The Federal Reserve Makes A Decision On Interest Rates

( Last Wednesday, the Federal Reserve enacted another 0.75 percentage point interest rate increase as it continues to try and tamp down runaway inflation.

This is the second consecutive 0.75 percent rate hike and the fourth rate hike so far this year.

With the price of goods and services climbing to the highest level in four decades, the Fed is hoping to reduce demand and in turn, slow down price growth.

In a statement released after its two-day meeting last week, the Fed said there are signs the previous rate increases are working as recent spending and production indicators have softened.

What remains unclear, however, is whether the Fed will succeed in accomplishing the balancing act of slowing price growth while avoiding broader economic damage, including sending the economy into recession.

The day after the Fed raised rates, the Bureau of Labor Statistics released its latest GDP figures which showed that the US economy had a second consecutive quarter with negative growth.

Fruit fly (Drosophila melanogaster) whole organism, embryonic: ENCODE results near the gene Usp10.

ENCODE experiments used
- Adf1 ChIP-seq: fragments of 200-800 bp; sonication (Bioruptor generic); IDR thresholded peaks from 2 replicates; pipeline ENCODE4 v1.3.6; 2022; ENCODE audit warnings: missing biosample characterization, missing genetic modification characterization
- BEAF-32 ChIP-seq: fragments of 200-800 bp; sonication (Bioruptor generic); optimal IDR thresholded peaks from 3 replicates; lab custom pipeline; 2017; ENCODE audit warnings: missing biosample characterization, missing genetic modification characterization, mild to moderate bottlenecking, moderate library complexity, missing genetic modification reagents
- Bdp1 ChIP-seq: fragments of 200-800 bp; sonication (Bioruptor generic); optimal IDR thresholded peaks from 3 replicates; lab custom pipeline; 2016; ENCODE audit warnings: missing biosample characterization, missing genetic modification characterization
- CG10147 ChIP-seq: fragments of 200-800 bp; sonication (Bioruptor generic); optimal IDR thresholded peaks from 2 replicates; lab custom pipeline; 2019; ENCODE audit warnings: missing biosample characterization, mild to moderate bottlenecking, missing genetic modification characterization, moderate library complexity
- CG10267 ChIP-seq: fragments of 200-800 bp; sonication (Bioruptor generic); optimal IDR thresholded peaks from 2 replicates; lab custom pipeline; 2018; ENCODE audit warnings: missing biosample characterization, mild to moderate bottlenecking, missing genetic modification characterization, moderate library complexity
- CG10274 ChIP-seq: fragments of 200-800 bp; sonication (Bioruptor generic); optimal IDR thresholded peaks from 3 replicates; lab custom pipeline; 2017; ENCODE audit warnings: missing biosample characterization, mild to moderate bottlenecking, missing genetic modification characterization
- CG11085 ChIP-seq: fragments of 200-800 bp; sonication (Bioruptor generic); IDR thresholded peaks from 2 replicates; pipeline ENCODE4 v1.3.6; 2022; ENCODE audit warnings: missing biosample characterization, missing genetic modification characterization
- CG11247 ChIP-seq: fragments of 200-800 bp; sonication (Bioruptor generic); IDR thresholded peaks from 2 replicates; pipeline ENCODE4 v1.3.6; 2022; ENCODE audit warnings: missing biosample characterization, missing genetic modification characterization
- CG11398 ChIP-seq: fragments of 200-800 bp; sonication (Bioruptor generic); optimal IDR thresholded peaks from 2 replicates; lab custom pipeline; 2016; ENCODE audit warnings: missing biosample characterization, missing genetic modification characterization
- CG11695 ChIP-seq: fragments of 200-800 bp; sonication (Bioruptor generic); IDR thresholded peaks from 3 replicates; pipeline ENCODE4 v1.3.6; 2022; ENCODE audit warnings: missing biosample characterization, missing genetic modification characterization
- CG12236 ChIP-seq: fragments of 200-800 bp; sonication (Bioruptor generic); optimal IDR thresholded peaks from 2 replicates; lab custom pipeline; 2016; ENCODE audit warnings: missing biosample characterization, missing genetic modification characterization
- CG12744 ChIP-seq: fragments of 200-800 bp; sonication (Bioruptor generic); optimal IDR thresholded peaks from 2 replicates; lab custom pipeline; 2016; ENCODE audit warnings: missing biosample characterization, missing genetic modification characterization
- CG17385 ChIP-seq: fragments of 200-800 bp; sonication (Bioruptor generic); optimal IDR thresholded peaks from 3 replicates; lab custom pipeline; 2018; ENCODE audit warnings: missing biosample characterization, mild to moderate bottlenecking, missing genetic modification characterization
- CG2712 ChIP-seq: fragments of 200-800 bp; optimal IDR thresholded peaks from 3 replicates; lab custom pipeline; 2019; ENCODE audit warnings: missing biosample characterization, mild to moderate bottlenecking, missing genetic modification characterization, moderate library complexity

Two consecutive negative-growth quarters is the technical definition of recession.

The Biden administration, desperate to avoid the optics of overseeing a recession, spent last week furiously attempting to spin the narrative that two consecutive negative-growth quarters alone did not mean that the economy is in a recession.

Naturally, the American corporate media joined in, defending the White House’s redefinition of recession and arguing that two negative quarters only meant the economy may be heading for a recession.

However, according to Chris Williamson, the chief business economist at S&P Global Market Intelligence, excluding the pandemic lockdowns, US output is falling at a rate not seen since 2009.

Williams said US manufacturing has stalled and the post-pandemic rebound in the service sector “has gone into reverse” now that the pent-up demand has dwindled due to the rising cost of living, higher interest rates, and declining consumer confidence.